By André Carrel
With the release of the concluding report of the Truth and Reconciliation Commission of Canada in 2015 the nation finally came face to face with the reality of an historic evil perpetrated under the authority of our Constitution. The report documents the impact of residential schools on Aboriginal children and their families; and it calls for action on a wide range of measures needed to guide Canadians and their governments on the long road to reconciliation.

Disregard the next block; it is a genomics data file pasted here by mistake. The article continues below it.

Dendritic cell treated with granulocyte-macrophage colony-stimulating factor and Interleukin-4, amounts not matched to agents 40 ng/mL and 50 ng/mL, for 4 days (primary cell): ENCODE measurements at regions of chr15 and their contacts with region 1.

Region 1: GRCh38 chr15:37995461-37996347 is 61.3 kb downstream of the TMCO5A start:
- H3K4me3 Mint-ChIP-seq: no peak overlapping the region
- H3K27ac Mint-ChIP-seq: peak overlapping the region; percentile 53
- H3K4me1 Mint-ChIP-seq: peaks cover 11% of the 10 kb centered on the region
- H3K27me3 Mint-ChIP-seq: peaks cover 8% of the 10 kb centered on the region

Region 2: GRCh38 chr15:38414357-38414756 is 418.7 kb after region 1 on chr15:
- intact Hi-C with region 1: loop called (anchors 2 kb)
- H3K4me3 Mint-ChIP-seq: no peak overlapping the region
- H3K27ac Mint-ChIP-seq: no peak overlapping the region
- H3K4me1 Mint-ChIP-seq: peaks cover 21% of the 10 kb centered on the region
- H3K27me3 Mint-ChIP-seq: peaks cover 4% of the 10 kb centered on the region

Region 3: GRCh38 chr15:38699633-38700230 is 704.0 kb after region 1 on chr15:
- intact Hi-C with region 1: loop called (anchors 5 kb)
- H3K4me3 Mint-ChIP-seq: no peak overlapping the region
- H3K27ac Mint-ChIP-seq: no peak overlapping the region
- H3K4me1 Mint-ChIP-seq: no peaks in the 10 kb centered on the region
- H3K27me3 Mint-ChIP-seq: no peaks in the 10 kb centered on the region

With Valley of the Birdtail authors Andrew Stobo Sniderman and Douglas Sanderson (Amo Binashii) document that experience with a focus on two neighbouring Manitoba communities, the reserve community of Waywayseecappo on one side of the Birdtail, and Rossburn, the white town, on the other side of the river. The book touches on highlights over the span of 150 years, from the proclamation of the Indian Act and the signing of treaties in the 1870s to the present. It touches on milestone events – Louis Riel and the two world wars – and how history has shaped the lives of Waywayseecappo residents Linda Jandrew, her daughter and her grandfather, and of Jim Cote and his stepfather. Alongside their stories readers meet Rossburn residents Nelson Luhowy, his son, his father, and his grandparents. The role governments played in their lives is chronicled by actions and decisions taken by Treaty negotiator Alexander Morris, by Indian agent Hayter Reed, and by the Minister of the Interior, Clifford Sifton.